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Chapter V



"That they may build from age to age."
Rudyard Kipling


    The year 1900 opened in an atmosphere of patriotism and warfare. The Boer invasion of Natal the previous October had roused the feelings of the nation and people's thoughts and hopes during those first few months of the new century were on the grim struggle abroad. At Haywards fourteen days' leave was granted to volunteers wishing to attend camp.
    The reliefs of Kimberly, Ladysmith and Mafeking, following in quick succession, brought optimism and trade. With Lord Roberts's return to England, leaving his Chief of Staff, Kitchener, "to fight to the finish," the public interest decreased. Apart from the weary conflict in far-off South Africa, world trade resumed its normal course.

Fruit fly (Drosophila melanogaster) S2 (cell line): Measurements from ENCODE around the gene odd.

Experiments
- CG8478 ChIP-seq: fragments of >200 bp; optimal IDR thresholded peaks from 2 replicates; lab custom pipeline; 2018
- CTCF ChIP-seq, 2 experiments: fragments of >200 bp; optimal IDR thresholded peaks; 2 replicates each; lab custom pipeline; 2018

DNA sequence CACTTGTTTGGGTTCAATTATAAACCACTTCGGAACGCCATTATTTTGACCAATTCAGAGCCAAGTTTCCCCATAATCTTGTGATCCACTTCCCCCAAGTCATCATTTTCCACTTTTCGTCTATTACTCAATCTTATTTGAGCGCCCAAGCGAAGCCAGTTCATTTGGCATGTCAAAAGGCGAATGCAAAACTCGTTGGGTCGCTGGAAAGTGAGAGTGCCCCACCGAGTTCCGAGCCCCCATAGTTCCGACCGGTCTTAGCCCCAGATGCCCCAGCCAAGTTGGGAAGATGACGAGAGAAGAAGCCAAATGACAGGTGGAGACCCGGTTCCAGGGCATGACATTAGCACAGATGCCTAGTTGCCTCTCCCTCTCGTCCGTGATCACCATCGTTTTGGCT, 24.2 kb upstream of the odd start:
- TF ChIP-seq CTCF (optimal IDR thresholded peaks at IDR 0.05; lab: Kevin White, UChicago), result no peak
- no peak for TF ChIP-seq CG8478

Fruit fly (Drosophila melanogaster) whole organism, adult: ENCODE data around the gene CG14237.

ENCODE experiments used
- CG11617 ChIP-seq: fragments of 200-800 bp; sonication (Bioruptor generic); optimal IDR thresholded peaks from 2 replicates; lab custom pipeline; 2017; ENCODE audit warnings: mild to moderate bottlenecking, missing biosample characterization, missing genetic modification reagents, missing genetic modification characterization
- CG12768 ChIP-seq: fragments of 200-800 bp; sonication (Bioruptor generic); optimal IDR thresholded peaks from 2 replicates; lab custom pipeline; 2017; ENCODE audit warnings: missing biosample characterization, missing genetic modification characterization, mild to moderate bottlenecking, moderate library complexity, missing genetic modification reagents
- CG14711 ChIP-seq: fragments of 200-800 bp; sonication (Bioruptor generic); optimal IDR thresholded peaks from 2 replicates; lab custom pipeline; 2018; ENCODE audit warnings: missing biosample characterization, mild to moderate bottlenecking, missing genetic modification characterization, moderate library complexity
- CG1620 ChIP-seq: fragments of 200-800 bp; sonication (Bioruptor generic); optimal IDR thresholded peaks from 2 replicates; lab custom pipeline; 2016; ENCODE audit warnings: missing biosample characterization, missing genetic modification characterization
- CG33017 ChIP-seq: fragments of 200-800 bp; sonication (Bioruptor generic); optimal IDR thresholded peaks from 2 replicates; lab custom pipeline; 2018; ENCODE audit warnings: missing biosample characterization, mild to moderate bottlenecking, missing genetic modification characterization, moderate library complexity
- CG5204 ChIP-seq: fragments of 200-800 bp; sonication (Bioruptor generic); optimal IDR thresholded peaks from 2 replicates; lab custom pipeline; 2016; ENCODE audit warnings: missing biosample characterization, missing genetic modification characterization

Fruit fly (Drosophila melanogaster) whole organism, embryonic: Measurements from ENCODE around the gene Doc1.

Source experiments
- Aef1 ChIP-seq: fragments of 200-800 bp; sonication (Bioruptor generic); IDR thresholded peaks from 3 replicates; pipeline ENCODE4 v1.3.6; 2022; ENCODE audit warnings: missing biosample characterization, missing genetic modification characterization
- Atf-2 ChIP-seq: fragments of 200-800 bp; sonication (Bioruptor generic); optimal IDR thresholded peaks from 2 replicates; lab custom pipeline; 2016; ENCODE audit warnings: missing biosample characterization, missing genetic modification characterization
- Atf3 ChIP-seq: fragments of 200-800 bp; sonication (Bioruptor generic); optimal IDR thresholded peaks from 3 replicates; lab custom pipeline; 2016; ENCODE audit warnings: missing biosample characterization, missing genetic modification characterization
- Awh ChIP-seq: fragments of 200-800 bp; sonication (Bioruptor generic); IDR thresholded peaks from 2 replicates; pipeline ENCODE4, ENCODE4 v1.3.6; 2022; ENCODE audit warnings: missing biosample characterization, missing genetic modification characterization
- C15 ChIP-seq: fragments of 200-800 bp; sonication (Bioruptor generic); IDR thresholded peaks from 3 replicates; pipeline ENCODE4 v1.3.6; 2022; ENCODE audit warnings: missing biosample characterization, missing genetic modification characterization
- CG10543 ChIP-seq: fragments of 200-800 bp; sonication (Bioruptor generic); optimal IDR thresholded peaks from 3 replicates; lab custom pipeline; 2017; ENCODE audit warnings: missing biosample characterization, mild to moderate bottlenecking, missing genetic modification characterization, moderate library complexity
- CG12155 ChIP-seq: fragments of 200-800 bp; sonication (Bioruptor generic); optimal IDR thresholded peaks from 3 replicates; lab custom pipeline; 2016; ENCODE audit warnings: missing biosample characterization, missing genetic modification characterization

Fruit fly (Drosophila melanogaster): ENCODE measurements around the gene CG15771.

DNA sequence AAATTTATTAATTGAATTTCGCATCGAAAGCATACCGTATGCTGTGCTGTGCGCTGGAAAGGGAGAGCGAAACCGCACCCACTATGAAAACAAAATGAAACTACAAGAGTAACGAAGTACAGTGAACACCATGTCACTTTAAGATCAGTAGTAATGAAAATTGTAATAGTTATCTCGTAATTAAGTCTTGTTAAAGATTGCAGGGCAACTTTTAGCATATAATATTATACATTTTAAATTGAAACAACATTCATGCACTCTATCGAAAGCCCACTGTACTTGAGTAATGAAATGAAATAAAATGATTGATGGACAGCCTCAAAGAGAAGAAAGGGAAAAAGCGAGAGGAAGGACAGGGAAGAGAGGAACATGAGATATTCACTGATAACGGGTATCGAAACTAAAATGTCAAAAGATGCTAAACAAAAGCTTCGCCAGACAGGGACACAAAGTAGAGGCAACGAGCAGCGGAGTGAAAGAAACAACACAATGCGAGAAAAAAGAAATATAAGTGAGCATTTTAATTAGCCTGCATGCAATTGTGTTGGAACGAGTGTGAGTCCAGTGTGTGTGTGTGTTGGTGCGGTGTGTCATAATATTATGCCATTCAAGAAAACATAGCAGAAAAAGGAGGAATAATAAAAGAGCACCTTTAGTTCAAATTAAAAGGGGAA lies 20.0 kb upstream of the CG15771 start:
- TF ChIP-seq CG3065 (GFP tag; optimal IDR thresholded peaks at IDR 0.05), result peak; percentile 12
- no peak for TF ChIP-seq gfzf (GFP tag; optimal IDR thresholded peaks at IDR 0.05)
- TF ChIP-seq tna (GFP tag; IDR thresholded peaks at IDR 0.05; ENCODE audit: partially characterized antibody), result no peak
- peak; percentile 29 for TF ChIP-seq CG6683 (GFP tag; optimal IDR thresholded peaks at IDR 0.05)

The progress of Haywards' business with its heavy demand for iron castings was taxing the Southwark Foundry Company beyond its capacity. This had been planned for simpler needs than those now pressing. Labour troubles with moulders and other reasons caused the directors to close it down for conversion as a fitting shop for Hayward Brothers and Eckstein.
    In December 1900, it was decided to open a branch in Manchester where hitherto only an agency had operated. Offices and showrooms were taken at 63, Moseley Street and J. G. Willmore